Photo of a community sewage pumping station Inspection & Maintenance Guide for Septic Sewage Pumping Stations

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What is a septic pumping station or lift station?

Here we illustrate a septic pumping station for a small community wastewater handling facility.

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What are Community & Housing Development Septic Pumping Stations?

Sketch of a municipal pumping station

Our sketch (left) illustrates a typical sewage pumping station schematic, including the pumping cvhamber, inlet and outlet piping, an elevated grinder pump and floating pump switch, and a pump control box accessible fdrom the manhole cover.

This article is a section of our online book SEPTIC INSPECTION & TEST GUIDE whose chapters are shown at the left of this page.

Septic pumps used for pumping air in aeration systems and septic pumps used to move effluent in a drip dispersion system are discussed under the appropriate septic system type which are outlined at SEPTIC SYSTEM DESIGN ALTERNATIVES.

Photo of a community sewage pumping station

A community sewage pumping station uses a large centralized chamber to receive wastewater from multiple buildings at a single site or development and then grind and pump the wastewater onwards towards a wastewater treatment facility.

The photo at the top of this page shows a large sewage pumping station serving a shopping complex in southern New Jersey.

The photos at left and below show a sewage pumping station serving a residential community in Pawling New York.

Vertically suspended submersible sewage ejector pumps use a motor secured to the sewage reservoir cover. The pump is basically held in place by the connection of the pump motor shaft to the pump housing which is inside the reservoir.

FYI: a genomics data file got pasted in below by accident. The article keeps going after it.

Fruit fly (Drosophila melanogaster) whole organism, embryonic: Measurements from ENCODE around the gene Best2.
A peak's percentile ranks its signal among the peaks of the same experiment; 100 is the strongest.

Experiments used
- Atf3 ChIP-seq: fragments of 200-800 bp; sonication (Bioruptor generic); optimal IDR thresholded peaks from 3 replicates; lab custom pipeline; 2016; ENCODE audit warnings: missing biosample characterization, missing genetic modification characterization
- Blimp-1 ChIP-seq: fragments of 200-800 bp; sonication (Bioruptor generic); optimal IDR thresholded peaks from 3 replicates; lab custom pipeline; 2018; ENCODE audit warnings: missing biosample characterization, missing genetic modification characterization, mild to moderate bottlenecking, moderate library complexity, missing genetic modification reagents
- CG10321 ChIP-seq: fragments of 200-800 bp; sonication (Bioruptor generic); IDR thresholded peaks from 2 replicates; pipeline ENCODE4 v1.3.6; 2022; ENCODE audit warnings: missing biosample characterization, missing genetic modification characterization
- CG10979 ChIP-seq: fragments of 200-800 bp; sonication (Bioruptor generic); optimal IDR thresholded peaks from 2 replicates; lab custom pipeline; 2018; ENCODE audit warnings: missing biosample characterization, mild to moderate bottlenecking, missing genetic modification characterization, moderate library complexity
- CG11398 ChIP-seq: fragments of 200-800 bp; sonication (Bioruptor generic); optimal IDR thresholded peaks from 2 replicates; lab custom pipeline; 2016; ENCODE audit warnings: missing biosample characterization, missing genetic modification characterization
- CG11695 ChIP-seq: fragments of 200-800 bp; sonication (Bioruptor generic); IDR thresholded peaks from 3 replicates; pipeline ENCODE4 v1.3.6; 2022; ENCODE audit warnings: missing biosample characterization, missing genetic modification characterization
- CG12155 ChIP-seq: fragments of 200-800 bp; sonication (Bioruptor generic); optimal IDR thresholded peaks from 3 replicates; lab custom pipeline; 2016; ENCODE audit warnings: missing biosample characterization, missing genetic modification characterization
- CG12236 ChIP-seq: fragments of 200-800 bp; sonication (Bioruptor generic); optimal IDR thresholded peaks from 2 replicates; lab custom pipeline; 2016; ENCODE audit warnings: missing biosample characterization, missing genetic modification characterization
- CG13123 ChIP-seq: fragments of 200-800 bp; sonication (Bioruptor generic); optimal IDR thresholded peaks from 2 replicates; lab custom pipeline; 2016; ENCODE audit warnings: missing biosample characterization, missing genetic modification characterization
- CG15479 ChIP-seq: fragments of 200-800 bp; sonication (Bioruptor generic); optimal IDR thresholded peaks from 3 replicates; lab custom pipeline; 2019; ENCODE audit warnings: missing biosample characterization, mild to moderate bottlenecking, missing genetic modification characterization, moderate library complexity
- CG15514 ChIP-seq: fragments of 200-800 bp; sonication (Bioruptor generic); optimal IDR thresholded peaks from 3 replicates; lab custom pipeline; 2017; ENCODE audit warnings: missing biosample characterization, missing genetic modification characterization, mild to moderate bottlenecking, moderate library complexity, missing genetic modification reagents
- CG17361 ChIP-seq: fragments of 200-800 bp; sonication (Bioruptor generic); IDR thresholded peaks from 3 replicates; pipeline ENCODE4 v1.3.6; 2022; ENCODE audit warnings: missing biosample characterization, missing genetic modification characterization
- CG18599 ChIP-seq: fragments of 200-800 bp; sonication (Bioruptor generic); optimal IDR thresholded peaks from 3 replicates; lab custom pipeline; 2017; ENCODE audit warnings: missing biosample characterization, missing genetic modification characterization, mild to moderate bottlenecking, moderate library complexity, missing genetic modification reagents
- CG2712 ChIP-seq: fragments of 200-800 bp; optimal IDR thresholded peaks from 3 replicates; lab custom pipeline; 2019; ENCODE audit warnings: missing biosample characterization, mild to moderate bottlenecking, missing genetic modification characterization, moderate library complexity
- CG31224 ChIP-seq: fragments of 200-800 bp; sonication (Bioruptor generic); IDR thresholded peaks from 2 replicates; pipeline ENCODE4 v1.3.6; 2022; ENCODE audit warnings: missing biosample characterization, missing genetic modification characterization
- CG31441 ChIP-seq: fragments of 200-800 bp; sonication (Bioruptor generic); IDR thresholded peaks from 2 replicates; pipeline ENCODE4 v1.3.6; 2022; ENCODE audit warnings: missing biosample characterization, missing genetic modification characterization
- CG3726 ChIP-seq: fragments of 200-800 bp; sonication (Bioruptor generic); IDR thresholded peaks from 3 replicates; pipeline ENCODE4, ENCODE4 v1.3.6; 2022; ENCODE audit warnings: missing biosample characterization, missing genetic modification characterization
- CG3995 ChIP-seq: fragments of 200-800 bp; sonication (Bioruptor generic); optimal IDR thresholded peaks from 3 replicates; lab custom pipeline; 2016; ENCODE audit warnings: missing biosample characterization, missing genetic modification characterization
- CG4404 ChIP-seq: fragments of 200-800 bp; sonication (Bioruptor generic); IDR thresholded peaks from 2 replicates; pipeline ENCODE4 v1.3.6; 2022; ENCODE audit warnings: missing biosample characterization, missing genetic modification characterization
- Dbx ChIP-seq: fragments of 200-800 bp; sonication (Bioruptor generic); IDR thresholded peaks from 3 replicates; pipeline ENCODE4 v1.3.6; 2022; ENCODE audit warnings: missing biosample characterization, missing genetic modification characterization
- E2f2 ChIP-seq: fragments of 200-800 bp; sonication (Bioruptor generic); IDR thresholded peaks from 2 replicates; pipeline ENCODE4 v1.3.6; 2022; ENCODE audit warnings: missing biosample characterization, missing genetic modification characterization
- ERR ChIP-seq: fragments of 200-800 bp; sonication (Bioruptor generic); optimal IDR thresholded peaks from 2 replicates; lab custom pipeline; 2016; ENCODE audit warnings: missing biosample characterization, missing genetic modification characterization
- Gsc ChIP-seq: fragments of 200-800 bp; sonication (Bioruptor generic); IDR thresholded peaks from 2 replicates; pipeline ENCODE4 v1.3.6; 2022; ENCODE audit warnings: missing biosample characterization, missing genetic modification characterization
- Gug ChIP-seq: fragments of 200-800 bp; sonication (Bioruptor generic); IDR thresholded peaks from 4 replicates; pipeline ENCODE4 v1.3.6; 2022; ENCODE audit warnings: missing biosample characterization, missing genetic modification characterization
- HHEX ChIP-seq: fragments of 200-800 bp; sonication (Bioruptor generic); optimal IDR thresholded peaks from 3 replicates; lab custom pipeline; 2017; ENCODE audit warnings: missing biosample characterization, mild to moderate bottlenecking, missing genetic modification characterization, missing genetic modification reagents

Closely-coupled submersible sewage ejector pumps use a motor which is secured not to the sewage reservoir but rather directly to the pump mechanism itself - to the housing for the pump impeller which actually grinds and moves the wastewater. A short shaft connects the closely-coupled sewage pump to the impeller housing and impeller, and the entire assembly is submerged in the sewage reservoir.

Sewage pumping stations are needed where all or some of the homes or buildings in a community are located downhill from the greater community's sewage mains. Wastewater drains by gravity (or if necessary by individual building septic pumps) from individual buildings in the community to the local septic pumping station which has a holding tank big enough to act as a receiver for wastewater from the community.

From the receiving station, wastewater passes through one or more sewage grinder pumps through a pressurized sewage force main (pipe) which transports the waste uphill to a location from which the wastewater can drain by gravity through additional piping to the community's wastewater treatment facility.

The septic pumping station will typically use two or more sewage grinder pumps to move wastewater uphill to the larger community's sewage mains where it passes to the sewage treatment plant. Multiplexing pumps helps assure that the community's waste will be handled even if one pump fails, and also permits staging of pump operations to bring more pumps online if the inflow rate increases.

Photo of a community sewage pumping station

Special Concerns for Municipal Lift Stations & Community Septic Systems

Photo of a community sewage pumping station

We have some special concerns for community sewage pumping stations or "septic pumping stations" or "force mains" as they may be called in some areas.

One unpleasant effect was that homes nearest to the pumping station's receiving chamber suddenly had everyone's sewage backing up into their homes. In addition to omission of a backup generator for the system, the plumbing contractor had not installed check valves in the sewage lines at each home.

Diagnosing sewage backups and how to diagnose clogged drains is discussed at Diagnosing Clogged Drains & Septic System Backups: Is it a blocked drain or the septic system? - A First Step for Homeowners.

The contaminants in sewage that may be left behind when sewage backs up in a building are discussed further at Septic system contaminants: identifying water and soil contaminants produced by onsite waste disposal systems.

Septic Pump / Sewage Grinder Pump Articles


Continue reading at SEWAGE EJECTOR / GRINDER PUMP FAQs or select a topic from closely-related articles below, or see our complete INDEX to RELATED ARTICLES below.



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SEPTIC PUMPING STATIONS at - online encyclopedia of building & environmental inspection, testing, diagnosis, repair, & problem prevention advice.


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